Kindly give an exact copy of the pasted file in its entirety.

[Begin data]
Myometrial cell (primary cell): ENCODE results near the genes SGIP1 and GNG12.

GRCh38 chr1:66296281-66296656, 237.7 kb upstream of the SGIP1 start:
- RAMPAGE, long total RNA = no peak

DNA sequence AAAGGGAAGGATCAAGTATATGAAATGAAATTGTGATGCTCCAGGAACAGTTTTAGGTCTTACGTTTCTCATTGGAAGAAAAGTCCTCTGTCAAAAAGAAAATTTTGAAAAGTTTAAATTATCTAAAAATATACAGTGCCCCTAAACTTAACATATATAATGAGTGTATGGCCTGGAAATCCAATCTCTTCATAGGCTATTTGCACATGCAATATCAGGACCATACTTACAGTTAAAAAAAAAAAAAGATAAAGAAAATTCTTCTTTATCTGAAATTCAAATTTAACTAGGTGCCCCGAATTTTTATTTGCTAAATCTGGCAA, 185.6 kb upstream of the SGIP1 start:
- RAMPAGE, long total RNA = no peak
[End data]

Myometrial cell (primary cell): ENCODE results near the genes SGIP1 and GNG12.

GRCh38 chr1:66296281-66296656, 237.7 kb upstream of the SGIP1 start:
- RAMPAGE, long total RNA = no peak

DNA sequence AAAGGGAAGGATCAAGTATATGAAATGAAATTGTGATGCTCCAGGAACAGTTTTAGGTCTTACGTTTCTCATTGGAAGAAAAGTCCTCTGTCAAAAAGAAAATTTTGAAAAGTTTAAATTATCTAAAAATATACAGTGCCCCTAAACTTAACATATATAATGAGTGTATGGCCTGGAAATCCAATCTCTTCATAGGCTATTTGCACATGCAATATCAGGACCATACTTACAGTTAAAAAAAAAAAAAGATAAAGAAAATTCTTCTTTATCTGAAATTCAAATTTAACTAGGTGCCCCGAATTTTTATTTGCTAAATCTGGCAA, 185.6 kb upstream of the SGIP1 start:
- RAMPAGE, long total RNA = no peak